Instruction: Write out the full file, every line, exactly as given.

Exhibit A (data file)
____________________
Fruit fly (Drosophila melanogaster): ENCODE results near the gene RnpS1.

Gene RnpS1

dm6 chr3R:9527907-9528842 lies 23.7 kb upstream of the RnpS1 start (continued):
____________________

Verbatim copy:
Fruit fly (Drosophila melanogaster): ENCODE results near the gene RnpS1.

Gene RnpS1

dm6 chr3R:9527907-9528842 lies 23.7 kb upstream of the RnpS1 start (continued):